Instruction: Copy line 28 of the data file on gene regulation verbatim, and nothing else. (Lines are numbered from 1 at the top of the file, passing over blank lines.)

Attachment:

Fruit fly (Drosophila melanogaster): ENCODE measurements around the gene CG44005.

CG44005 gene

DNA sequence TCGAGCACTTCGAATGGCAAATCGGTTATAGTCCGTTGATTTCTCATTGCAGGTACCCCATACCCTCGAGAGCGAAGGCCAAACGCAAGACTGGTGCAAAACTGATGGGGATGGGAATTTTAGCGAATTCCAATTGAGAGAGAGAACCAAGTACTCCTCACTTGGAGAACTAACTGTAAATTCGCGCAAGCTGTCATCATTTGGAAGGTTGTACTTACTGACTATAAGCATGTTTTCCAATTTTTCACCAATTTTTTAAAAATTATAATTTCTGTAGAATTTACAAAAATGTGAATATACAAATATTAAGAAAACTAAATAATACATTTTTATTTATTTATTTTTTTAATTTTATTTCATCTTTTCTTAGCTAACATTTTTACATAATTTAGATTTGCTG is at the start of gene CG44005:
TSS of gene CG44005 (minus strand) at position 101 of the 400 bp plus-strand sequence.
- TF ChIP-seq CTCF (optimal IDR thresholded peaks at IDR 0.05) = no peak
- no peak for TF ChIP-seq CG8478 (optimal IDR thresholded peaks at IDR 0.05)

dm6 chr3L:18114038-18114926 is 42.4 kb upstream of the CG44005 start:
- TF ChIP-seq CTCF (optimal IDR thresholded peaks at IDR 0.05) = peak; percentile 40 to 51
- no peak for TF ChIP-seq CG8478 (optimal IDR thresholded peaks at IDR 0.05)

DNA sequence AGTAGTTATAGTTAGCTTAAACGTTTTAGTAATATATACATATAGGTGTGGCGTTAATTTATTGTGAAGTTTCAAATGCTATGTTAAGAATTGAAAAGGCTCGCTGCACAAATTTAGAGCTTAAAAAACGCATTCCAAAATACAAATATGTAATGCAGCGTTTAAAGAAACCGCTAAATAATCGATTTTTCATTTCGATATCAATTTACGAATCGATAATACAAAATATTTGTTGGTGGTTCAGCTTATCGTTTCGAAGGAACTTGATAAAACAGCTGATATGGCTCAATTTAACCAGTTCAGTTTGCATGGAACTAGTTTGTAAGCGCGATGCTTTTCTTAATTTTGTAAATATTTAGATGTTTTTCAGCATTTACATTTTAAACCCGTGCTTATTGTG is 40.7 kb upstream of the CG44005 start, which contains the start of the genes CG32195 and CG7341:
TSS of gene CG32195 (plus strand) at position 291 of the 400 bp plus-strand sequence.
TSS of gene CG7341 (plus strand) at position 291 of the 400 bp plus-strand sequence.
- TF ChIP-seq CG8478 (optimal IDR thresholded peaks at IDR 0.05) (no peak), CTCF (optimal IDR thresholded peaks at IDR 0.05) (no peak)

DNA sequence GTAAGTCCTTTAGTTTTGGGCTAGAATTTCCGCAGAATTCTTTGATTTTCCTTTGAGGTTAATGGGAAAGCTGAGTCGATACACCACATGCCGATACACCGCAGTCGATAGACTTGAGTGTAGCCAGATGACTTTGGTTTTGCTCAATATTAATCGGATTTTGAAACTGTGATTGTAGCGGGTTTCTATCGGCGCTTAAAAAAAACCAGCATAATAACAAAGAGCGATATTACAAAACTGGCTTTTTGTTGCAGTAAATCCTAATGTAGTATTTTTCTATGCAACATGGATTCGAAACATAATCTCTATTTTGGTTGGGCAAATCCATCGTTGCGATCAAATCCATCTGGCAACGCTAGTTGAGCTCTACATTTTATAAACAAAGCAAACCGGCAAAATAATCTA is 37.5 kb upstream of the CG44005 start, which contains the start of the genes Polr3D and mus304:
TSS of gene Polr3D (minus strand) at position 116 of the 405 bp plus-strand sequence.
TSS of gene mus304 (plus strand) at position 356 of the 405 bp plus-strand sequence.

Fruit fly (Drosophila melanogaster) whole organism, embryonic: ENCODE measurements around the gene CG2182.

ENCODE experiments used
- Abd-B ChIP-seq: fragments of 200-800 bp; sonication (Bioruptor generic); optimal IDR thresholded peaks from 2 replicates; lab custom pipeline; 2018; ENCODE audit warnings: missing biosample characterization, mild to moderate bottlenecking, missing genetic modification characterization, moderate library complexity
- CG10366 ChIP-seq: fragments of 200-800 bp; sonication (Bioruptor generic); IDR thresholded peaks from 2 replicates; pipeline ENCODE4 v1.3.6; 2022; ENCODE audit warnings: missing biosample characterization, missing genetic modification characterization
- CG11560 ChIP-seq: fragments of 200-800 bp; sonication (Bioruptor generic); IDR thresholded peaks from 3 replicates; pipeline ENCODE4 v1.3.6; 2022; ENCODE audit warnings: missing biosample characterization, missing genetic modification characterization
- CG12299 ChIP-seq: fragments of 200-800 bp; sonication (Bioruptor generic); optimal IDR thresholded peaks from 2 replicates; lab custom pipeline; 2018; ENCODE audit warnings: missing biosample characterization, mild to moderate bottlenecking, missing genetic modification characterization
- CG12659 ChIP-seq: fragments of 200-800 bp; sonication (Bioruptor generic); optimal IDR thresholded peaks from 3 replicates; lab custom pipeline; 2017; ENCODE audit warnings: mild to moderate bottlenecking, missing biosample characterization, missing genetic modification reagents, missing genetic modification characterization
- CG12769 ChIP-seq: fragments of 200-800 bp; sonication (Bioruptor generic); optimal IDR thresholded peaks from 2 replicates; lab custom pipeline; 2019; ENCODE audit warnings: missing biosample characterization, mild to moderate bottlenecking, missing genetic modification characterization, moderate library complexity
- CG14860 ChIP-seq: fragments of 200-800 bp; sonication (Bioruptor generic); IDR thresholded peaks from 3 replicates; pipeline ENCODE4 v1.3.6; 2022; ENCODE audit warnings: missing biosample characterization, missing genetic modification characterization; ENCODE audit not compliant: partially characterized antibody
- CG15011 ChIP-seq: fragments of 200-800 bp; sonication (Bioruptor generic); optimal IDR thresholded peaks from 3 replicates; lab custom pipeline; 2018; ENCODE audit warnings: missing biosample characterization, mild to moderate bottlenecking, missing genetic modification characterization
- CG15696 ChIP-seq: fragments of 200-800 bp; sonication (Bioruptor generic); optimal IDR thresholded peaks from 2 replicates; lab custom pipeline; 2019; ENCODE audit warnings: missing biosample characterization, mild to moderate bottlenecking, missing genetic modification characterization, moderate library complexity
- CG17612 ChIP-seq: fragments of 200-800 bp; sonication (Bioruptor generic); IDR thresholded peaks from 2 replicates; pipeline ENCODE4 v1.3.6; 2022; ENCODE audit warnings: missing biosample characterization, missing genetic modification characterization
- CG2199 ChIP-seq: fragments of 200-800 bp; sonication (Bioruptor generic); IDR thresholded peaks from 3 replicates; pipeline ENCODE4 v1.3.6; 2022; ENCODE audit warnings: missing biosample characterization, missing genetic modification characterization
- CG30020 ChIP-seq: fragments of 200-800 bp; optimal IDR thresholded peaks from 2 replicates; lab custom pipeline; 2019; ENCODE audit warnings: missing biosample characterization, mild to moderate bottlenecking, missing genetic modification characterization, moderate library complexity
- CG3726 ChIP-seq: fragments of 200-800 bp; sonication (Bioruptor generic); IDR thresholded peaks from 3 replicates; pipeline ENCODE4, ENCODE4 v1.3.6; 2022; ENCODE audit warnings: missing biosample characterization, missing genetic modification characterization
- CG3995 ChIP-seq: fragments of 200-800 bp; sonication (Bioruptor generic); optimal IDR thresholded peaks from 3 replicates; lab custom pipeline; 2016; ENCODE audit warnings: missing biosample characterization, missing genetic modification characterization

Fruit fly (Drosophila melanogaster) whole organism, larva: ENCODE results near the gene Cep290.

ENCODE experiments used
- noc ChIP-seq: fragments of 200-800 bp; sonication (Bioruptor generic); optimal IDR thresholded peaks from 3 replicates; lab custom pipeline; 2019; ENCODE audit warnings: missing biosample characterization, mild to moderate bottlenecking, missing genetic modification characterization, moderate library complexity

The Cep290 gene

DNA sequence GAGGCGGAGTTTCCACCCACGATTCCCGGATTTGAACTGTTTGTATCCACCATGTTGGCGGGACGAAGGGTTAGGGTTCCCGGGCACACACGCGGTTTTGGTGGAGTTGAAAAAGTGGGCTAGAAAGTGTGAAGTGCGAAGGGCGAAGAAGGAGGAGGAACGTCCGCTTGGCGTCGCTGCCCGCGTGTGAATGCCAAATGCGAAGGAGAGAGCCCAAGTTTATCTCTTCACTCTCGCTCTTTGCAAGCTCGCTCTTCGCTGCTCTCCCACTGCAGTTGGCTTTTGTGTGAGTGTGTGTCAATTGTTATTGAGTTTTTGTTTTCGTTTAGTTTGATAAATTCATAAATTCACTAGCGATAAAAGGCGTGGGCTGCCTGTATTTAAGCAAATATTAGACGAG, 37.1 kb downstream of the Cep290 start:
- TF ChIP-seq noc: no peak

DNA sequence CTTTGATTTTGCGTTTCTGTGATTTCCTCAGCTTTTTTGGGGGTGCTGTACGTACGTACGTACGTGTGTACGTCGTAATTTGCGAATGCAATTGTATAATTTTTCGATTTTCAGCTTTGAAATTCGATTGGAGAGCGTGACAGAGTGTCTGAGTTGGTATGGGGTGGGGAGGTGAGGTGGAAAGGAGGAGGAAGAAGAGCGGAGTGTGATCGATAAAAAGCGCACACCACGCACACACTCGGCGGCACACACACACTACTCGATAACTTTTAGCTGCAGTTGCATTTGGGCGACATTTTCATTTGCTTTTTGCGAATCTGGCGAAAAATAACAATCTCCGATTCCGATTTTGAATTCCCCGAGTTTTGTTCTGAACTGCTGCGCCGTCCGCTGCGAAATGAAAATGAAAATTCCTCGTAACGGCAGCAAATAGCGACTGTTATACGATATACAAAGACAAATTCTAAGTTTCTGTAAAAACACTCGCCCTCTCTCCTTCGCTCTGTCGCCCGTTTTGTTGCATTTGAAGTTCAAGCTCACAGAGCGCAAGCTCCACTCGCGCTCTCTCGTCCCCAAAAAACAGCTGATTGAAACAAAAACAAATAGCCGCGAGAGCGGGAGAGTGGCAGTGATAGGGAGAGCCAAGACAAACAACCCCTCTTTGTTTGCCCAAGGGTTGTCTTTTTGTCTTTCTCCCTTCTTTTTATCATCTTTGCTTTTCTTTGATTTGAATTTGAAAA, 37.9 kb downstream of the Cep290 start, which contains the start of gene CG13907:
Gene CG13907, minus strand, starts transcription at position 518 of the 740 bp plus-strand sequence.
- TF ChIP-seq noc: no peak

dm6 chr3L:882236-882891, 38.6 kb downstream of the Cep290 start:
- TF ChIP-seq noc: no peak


- CG17612 ChIP-seq: fragments of 200-800 bp; sonication (Bioruptor generic); IDR thresholded peaks from 2 replicates; pipeline ENCODE4 v1.3.6; 2022; ENCODE audit warnings: missing biosample characterization, missing genetic modification characterization